In combinatorics, the probabilistic method is a very powerful tool to prove the existence of combinatorial objects with interesting and useful properties. Explicit constructions of objects with such properties are often very difficult, or unknown. In computer science, probabilistic algorithms are sometimes simpler and more efficient than the best known deterministic algorithms for the same problem.
Despite this evidence for the power of random choices, the computational theory of pseudorandomness shows that, under certain complexity-theoretic assumptions, every probabilistic algorithm has an efficient deterministic simulation and a large class of applications of the the probabilistic method can be converted into explicit constructions.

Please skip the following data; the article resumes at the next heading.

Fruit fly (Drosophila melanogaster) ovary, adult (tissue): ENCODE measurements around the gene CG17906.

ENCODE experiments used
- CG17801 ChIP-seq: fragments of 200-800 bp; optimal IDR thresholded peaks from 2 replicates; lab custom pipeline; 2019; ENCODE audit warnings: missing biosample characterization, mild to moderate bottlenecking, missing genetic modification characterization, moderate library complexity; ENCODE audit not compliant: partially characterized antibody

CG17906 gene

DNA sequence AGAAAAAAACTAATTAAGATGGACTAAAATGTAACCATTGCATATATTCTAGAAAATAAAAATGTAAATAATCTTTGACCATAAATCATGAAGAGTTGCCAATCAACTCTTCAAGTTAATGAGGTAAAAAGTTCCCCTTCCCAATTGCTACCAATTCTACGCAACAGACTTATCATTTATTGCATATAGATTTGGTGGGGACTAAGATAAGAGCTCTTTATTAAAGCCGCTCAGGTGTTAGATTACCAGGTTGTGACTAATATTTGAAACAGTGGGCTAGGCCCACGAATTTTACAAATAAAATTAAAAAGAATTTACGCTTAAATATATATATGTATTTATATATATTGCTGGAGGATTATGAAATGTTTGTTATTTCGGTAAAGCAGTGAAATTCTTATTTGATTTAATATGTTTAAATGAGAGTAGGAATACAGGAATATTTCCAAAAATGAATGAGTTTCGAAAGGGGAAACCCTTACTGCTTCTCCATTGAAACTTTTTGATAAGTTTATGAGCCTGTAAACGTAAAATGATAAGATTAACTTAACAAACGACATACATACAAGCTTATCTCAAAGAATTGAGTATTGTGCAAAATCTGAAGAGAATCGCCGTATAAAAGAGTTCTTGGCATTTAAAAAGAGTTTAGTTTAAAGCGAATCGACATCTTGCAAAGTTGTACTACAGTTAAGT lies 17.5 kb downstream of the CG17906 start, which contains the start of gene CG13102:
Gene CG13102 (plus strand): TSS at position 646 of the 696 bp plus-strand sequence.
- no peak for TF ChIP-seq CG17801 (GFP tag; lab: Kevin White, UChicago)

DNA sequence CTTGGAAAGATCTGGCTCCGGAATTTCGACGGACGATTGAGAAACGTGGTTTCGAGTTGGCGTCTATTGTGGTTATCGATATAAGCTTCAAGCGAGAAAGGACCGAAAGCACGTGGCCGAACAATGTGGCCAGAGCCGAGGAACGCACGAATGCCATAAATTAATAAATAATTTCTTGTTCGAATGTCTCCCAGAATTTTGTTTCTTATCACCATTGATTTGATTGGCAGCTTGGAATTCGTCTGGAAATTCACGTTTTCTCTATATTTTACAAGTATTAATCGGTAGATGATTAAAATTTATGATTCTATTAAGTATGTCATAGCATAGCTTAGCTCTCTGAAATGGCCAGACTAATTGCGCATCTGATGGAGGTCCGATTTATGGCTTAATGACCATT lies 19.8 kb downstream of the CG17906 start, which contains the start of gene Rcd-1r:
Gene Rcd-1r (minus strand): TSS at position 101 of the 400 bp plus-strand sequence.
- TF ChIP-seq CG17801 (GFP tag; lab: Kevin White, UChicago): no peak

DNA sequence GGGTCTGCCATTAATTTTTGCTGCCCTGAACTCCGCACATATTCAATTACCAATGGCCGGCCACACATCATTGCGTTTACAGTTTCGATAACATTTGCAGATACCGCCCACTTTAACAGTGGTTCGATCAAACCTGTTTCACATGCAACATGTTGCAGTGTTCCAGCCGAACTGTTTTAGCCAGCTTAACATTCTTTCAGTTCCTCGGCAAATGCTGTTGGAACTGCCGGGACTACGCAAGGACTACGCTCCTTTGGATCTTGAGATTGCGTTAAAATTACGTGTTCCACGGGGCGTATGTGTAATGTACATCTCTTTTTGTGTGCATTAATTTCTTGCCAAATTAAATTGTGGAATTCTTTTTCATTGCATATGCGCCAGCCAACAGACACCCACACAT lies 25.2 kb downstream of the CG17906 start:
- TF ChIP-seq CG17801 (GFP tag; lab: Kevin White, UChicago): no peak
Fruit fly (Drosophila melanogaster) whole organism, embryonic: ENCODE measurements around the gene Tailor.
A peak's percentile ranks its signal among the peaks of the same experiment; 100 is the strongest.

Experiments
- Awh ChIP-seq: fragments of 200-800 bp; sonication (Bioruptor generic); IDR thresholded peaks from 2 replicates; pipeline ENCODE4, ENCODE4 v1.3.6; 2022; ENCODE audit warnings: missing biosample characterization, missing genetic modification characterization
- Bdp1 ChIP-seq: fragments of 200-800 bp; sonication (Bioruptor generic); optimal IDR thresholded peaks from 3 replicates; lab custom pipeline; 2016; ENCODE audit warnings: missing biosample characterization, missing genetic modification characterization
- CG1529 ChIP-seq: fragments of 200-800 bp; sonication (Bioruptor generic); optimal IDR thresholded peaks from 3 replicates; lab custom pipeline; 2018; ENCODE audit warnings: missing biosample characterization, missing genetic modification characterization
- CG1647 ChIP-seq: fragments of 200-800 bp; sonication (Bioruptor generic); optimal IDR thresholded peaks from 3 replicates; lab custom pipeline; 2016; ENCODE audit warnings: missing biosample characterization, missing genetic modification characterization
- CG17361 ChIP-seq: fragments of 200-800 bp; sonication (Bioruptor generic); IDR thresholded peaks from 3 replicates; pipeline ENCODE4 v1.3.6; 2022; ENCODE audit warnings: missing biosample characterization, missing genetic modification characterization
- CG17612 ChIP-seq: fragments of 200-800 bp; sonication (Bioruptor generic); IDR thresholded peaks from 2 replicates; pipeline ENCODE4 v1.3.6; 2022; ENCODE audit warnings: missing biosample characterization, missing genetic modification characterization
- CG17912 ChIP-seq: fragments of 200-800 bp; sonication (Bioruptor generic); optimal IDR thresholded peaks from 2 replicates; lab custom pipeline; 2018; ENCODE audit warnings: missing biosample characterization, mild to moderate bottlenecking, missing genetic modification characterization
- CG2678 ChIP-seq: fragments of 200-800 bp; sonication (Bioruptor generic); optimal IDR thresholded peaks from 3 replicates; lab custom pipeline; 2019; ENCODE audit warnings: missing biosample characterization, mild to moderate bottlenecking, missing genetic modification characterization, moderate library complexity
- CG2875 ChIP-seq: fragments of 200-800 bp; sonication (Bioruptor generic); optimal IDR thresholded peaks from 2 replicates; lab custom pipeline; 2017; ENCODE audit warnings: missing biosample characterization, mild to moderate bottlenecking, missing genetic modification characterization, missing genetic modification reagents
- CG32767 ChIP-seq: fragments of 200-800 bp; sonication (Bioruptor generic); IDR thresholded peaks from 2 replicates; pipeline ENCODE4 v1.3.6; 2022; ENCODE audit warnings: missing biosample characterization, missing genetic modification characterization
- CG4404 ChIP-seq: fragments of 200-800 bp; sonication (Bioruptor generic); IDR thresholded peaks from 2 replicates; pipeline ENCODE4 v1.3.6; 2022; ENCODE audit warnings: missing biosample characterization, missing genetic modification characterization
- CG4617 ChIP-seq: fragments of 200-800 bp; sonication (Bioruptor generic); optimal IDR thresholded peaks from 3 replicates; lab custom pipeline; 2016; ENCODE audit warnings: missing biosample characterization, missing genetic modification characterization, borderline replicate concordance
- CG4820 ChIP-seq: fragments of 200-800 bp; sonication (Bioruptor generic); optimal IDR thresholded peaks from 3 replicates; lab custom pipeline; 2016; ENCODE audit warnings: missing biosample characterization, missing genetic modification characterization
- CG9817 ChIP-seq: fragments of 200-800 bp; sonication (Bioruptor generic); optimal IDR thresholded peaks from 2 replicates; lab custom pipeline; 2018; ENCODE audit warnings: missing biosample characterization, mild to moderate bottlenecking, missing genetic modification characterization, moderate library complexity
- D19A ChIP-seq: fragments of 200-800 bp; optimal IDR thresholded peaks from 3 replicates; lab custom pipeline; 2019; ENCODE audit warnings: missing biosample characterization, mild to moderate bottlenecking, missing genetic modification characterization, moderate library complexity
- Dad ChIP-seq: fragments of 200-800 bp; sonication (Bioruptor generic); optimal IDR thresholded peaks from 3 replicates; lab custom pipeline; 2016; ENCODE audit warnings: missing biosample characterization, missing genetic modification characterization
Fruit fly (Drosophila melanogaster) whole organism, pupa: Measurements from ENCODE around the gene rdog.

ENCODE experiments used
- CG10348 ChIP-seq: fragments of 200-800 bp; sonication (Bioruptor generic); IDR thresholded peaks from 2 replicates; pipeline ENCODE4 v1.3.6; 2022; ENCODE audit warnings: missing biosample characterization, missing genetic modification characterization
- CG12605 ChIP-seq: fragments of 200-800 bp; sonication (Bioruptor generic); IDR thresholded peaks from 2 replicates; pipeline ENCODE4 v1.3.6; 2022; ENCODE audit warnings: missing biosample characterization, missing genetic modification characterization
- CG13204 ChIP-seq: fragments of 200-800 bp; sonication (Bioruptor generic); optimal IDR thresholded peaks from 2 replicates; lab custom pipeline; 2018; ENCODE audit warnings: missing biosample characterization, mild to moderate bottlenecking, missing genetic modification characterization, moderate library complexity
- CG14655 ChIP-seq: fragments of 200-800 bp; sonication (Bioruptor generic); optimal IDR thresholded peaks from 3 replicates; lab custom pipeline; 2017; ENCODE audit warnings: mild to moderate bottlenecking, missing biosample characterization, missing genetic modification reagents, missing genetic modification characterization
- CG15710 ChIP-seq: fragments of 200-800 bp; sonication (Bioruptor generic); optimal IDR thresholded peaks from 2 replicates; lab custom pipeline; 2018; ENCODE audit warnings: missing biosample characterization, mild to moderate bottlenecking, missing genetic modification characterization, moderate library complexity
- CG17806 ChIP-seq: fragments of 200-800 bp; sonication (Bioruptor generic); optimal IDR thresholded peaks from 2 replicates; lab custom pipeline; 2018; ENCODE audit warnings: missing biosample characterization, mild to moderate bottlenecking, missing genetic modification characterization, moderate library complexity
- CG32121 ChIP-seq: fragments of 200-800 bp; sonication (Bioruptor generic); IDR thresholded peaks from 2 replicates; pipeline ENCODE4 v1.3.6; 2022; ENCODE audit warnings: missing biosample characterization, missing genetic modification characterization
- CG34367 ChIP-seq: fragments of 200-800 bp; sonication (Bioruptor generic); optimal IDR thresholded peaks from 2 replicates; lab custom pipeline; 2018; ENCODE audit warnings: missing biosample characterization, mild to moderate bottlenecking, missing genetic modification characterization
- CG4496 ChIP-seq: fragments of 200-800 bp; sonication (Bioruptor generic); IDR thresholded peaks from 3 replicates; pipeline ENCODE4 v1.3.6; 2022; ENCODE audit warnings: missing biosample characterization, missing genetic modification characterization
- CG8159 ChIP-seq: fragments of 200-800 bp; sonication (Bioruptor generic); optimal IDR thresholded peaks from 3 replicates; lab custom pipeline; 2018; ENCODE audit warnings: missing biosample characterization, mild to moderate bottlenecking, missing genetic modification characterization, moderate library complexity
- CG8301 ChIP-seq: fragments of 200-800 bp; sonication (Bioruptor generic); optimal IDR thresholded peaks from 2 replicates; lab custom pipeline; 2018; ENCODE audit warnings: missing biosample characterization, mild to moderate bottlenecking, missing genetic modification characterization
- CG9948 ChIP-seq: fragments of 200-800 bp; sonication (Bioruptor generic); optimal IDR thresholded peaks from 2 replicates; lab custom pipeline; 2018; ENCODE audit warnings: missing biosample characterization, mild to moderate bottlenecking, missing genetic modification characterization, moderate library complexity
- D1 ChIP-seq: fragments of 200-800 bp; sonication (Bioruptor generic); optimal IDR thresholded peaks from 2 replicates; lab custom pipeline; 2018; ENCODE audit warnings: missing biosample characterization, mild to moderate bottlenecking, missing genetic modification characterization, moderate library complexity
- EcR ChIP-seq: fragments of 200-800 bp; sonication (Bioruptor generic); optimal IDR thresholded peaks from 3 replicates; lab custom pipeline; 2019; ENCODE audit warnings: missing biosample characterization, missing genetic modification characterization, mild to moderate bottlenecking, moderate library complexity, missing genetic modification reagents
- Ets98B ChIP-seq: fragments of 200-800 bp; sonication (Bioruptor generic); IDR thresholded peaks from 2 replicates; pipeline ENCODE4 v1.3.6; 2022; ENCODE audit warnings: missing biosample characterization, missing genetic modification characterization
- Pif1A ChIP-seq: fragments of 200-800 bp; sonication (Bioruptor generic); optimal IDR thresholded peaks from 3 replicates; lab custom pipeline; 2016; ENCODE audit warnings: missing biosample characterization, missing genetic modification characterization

In this survey talk we describe connections between the conditional ''derandomization'' results of the computational theory of pseudorandomness and unconditional explicit constructions of certain combinatorial objects such as error-correcting codes and ''randomness extractors.''